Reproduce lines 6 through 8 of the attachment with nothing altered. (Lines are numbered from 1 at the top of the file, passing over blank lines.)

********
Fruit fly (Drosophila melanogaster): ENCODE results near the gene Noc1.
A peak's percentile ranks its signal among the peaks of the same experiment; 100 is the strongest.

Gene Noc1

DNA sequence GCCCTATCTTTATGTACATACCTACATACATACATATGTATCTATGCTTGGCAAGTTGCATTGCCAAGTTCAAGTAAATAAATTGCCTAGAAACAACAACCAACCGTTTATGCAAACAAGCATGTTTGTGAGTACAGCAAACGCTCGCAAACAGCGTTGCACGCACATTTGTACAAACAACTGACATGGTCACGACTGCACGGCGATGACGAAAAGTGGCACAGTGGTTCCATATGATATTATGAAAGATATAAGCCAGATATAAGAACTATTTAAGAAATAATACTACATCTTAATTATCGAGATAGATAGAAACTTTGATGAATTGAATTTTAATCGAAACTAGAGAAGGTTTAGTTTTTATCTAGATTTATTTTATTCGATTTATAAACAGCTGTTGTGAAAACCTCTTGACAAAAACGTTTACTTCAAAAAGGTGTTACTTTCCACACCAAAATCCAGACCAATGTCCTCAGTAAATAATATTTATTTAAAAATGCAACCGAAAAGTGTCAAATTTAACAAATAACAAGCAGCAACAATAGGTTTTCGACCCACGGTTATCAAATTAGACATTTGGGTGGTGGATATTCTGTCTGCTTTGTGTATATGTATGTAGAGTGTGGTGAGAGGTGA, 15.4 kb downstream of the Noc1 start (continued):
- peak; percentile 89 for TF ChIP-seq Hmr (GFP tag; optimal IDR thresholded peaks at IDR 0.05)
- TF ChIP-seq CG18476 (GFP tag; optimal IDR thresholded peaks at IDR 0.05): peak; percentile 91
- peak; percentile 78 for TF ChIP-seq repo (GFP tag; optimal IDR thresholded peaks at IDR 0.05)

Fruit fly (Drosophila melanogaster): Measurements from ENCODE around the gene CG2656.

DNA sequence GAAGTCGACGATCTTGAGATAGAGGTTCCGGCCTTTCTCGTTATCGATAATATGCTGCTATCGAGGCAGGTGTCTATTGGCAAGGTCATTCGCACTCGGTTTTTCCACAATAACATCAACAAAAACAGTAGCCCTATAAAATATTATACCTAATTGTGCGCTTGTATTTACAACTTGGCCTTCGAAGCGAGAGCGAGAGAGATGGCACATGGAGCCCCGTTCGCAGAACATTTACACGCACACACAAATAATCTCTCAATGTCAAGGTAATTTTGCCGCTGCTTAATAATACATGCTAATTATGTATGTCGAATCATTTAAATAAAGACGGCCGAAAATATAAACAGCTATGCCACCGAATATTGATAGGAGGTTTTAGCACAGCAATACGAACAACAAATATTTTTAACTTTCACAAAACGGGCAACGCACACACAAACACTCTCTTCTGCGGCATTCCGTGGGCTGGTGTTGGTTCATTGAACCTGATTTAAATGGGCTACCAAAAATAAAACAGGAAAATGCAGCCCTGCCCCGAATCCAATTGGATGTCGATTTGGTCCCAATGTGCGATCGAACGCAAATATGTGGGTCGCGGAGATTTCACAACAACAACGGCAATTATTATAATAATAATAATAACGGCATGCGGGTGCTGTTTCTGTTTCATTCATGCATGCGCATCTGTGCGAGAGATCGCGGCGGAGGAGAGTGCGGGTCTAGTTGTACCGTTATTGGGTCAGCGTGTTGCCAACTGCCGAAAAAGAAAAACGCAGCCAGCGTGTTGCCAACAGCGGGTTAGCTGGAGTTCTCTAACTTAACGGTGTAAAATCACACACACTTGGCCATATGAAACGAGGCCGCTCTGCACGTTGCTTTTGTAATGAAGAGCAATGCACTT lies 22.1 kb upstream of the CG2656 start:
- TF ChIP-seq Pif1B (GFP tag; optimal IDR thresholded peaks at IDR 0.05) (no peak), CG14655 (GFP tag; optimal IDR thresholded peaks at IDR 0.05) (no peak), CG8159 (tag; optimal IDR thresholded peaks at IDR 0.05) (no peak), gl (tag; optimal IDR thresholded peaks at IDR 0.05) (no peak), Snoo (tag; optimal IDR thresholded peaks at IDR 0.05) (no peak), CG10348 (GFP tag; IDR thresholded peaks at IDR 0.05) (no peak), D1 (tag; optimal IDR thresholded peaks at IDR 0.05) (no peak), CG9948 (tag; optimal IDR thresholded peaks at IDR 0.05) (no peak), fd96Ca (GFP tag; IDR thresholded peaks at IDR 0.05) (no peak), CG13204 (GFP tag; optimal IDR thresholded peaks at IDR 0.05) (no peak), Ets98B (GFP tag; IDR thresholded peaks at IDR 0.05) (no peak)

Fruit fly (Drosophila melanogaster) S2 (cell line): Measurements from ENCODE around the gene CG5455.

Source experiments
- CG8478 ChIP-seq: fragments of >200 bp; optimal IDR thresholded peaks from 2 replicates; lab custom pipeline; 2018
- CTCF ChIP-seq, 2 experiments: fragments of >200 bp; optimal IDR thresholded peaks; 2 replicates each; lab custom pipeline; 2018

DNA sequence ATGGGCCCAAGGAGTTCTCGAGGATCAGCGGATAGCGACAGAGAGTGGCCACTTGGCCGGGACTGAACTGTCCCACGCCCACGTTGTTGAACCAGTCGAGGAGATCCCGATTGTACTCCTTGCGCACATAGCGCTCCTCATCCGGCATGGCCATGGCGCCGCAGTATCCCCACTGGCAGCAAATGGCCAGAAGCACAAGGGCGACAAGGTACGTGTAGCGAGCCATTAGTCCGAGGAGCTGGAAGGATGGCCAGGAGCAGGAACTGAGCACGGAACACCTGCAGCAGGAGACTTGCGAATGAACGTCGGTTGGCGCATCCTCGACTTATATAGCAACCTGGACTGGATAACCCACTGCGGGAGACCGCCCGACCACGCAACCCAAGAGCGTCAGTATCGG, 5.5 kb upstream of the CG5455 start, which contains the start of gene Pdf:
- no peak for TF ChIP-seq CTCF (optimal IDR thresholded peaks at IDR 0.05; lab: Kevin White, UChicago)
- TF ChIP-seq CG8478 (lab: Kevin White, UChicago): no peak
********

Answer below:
- TF ChIP-seq CG18476 (GFP tag; optimal IDR thresholded peaks at IDR 0.05): peak; percentile 91
- peak; percentile 78 for TF ChIP-seq repo (GFP tag; optimal IDR thresholded peaks at IDR 0.05)

Fruit fly (Drosophila melanogaster): Measurements from ENCODE around the gene CG2656.